Sour milk cheese
Sour milk cheese is a cheese from milk by fermentation with lactic acid bacteria curdled is. Although this applies to many cheese, in particular fresh cheese including cottage cheese , is understood to sour milk cheese in the proper sense only ripened varieties to be made of curd by ripening agents, salts and other additions. The quark used is not the usual edible quark with which one is familiar as a consumer, but rather sour milk quark, also called cheese quark, a semi-finished product of the dairy industry . Unlike quark, it is thickened without rennet or rennet substitutes; With some types of cheese, rennet quark is also added.
The German cheese ordinance defines 3 different standard types from the group of sour milk cheeses. All are made in the lean stage (less than 10% fat in dry matter) and may be seasoned with caraway or natural caraway flavor. A distinction is made between two types: "yellow cheese" - matured with yellow or red smear bacteria and "noble mold cheese" with camembert mold.
- Harzer cheese , Mainz cheese : yellow cheese, weight 25–125 g.
- Hand cheese , farmer's hand cheese , basket cheese, bar cheese, pointed cheese: yellow and blue cheese, weight 25–125 g.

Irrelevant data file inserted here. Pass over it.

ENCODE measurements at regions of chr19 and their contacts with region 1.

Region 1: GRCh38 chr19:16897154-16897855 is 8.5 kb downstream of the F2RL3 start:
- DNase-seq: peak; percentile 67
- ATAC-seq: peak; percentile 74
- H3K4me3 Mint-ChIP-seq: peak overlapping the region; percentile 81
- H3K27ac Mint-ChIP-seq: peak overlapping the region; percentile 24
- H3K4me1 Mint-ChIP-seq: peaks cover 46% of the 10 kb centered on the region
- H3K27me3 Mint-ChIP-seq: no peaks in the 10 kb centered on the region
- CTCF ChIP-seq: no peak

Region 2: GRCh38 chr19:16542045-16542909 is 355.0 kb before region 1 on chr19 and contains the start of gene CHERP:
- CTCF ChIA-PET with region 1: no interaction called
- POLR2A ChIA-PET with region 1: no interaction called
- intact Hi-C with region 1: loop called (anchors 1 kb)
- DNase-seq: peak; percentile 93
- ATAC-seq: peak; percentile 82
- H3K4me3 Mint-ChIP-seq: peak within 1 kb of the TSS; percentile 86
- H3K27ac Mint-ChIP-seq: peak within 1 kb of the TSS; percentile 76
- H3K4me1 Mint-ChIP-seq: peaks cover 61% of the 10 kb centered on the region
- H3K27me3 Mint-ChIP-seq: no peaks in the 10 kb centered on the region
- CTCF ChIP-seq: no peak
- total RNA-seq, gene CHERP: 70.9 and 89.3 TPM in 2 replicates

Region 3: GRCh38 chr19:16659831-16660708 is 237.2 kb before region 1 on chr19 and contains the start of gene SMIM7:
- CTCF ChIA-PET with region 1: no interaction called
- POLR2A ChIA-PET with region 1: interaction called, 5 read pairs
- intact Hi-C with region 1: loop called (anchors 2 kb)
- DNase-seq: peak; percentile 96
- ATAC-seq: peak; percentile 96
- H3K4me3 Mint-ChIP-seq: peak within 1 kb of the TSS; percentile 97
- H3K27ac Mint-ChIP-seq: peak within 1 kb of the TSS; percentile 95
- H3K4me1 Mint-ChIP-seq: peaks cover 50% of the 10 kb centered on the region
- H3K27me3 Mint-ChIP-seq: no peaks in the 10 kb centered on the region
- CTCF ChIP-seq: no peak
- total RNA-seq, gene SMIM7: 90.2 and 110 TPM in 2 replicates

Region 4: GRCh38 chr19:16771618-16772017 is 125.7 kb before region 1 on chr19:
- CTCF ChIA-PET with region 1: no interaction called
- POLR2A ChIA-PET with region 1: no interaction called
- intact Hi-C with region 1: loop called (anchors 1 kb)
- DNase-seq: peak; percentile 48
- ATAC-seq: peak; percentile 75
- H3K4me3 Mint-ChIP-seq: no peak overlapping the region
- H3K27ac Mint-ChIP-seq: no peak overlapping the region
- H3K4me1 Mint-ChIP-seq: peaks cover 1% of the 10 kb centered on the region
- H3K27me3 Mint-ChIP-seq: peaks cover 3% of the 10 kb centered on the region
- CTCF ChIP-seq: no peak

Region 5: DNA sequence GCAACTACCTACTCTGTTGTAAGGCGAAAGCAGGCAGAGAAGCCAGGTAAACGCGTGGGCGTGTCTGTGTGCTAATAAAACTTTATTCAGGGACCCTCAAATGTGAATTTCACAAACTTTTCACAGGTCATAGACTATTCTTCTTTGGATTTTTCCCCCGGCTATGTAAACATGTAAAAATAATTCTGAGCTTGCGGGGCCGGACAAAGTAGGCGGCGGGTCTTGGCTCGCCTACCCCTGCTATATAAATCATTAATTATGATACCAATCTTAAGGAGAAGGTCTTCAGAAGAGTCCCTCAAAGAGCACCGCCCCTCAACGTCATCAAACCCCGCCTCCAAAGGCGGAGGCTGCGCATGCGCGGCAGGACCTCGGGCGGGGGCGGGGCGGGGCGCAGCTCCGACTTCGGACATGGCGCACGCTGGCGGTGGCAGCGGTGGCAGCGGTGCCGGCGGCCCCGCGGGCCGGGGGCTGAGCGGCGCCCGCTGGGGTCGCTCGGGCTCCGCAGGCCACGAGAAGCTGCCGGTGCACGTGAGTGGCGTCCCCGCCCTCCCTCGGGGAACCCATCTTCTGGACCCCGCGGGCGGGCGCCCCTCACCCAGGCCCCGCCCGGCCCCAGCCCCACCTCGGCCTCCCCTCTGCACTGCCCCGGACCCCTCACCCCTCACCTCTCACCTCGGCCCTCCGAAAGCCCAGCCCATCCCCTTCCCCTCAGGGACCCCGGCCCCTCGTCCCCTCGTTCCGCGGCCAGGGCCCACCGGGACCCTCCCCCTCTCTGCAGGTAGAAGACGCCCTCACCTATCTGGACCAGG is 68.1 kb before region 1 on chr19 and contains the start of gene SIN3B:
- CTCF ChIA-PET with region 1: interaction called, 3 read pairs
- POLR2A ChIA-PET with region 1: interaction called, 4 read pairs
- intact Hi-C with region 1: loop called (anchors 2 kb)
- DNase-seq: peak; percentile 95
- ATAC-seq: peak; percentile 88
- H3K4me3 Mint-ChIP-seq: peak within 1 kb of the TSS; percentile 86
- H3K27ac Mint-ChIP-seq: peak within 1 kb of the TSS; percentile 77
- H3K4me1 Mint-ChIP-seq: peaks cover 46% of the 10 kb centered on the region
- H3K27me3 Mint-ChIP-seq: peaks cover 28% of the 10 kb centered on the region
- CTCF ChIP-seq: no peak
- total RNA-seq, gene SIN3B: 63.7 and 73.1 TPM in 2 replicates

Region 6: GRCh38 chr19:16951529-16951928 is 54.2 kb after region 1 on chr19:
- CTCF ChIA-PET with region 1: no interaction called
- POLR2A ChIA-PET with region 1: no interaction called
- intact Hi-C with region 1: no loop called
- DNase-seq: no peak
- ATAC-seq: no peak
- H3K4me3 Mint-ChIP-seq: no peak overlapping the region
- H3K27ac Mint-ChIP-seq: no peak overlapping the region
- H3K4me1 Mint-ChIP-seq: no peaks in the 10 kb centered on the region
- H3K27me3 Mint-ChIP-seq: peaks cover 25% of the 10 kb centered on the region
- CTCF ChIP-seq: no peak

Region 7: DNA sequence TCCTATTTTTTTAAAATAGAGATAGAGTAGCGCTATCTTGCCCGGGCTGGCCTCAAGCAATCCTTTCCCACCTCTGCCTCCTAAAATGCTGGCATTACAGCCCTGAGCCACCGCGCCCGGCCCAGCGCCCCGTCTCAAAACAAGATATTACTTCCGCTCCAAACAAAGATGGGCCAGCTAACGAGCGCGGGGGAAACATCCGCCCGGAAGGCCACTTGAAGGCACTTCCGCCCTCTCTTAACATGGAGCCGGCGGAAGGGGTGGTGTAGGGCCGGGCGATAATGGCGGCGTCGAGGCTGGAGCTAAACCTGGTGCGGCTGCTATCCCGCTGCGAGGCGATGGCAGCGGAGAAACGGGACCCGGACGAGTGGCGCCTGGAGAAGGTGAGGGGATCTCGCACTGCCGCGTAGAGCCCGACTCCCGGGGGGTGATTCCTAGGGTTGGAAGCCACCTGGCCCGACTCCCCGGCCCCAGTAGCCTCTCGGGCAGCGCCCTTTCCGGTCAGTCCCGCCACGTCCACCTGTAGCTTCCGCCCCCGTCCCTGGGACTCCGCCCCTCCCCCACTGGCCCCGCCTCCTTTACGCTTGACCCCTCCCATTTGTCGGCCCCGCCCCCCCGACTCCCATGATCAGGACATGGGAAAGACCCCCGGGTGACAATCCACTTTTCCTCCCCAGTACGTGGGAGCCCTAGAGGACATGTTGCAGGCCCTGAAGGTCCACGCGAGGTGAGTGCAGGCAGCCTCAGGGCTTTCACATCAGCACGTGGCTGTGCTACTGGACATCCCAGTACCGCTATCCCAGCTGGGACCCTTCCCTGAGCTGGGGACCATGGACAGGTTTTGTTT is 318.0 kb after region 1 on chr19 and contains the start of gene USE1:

- Olomouc Quargel : yellow cheese, weight only 12–17 g
The Austrian Food Book defines the following types of sour milk cheese:
- Sour milk cheese with red culture, especially quargel: maturing with red smear bacteria, disc-shaped loaves approx. 4.5 cm in diameter, packaged in rolls
- Gray cheese (including Tyrolean gray cheese ): mold maturation, as a loaf or stick with 300–4000 g.
- Ennstaler Styrian cheese: Made from heated, reheated quark, seasoned with salt and pepper, matured with natural mold and yeast, frustoconical loaves up to 2500 g
- Vorarlberg sour cheese : Small blocks of approx. 200 g or loaves, greasy surface
- cooking cheese
Other types of cheese with acid precipitation count as sour milk cheese in the broader sense. These include, for example, curd cheese, which nowadays is generally made with the addition of rennet (this was not common in earlier times), and Ziger cheese , in which casein is precipitated from a mixture of skimmed milk and whey using added acid and heating.
The starting product for the production of sour milk cheese is skimmed milk, which is first processed into sour milk quark. To do this, it is inoculated with an acid culture from lactic acid bacteria and thickened within a few hours at high temperatures (usually 38–40 ° C, but other processes also occur). The resulting curd is cut and mechanically processed and the whey is separated out thoroughly, for which purpose the mass is pressed into sacks or in a so-called curd press into a firm curd, which is then ground in a curd mill. The desired dryness depends on the intended use: Molded cheeses are worked a little more moist; For a longer shelf life of the quark, the whey leak can also be promoted by heating the quark. The sour milk quark is often produced in dairies , which then deliver it to the cheese manufacturers as a semi-finished product . On the occasion of merger proceedings in 2008, the German Federal Cartel Office established that there was only one sour milk cheese manufacturer (probably related to the German market) who also produced sour milk quark itself, namely the Theo Müller group of companies .